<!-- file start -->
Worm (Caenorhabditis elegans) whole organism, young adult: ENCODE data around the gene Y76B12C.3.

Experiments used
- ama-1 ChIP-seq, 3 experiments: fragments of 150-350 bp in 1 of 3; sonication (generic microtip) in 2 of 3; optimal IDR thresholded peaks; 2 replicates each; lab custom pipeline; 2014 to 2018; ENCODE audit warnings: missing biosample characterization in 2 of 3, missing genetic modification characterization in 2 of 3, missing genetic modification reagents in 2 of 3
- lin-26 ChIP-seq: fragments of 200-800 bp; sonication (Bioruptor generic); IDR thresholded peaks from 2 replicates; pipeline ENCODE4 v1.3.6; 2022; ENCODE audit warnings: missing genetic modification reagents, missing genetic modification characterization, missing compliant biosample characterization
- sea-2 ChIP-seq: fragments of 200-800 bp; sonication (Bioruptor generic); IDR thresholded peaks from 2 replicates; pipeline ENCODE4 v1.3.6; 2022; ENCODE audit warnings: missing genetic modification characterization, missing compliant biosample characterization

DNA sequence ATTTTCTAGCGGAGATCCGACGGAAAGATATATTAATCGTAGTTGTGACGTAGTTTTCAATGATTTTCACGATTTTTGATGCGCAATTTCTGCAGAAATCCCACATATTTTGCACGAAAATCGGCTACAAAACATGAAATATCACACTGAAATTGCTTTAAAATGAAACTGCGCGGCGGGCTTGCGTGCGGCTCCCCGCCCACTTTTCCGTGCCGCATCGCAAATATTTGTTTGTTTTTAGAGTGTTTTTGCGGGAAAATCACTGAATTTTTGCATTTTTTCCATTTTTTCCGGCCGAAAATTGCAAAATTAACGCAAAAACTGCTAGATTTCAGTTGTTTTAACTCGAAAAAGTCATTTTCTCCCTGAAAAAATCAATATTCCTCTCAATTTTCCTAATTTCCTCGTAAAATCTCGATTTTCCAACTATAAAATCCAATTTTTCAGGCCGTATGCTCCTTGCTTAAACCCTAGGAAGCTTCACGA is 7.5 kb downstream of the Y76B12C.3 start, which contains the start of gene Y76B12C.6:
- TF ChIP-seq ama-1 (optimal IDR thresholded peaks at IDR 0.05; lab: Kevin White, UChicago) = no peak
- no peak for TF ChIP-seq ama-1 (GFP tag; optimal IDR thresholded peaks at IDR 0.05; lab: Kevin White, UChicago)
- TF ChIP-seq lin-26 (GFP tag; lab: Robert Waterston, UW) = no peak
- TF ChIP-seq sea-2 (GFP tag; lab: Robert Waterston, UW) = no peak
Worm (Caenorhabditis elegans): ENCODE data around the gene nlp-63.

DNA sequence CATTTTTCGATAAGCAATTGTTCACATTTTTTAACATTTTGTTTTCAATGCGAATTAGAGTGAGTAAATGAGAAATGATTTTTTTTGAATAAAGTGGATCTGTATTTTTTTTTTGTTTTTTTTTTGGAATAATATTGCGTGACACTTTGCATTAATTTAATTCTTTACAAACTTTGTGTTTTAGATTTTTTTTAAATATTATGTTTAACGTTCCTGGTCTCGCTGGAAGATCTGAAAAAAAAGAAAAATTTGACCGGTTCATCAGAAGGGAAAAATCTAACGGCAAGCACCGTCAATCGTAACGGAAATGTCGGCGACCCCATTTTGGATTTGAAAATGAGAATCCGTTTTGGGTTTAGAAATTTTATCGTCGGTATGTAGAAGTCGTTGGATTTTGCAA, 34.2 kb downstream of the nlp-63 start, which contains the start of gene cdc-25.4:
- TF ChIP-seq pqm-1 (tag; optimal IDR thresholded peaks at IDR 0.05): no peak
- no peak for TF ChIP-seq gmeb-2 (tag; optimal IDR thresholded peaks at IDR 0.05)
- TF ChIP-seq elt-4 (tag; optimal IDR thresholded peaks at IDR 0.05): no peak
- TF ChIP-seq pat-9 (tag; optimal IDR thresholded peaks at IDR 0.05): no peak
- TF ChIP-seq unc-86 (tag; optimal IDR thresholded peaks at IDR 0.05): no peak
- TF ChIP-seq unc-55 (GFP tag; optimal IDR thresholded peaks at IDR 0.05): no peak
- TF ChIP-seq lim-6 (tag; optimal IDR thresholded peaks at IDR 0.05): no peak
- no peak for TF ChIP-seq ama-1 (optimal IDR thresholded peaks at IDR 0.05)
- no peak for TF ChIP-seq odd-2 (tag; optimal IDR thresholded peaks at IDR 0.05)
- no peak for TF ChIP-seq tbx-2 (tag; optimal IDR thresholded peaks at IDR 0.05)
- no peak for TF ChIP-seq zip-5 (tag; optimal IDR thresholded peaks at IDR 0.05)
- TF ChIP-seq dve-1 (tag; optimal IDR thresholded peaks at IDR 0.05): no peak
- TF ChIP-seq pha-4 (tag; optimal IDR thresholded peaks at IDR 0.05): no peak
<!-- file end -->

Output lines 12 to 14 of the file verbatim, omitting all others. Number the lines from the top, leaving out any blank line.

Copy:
DNA sequence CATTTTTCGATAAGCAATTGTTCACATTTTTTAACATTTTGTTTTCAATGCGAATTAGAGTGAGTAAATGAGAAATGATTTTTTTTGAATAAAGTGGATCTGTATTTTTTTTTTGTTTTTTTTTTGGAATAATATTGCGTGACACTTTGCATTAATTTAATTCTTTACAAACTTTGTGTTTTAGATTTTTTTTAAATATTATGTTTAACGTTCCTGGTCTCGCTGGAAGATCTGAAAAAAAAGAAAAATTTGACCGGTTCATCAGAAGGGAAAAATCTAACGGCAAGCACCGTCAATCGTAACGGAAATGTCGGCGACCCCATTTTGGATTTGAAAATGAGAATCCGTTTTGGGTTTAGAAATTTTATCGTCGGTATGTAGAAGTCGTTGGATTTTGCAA, 34.2 kb downstream of the nlp-63 start, which contains the start of gene cdc-25.4:
- TF ChIP-seq pqm-1 (tag; optimal IDR thresholded peaks at IDR 0.05): no peak
- no peak for TF ChIP-seq gmeb-2 (tag; optimal IDR thresholded peaks at IDR 0.05)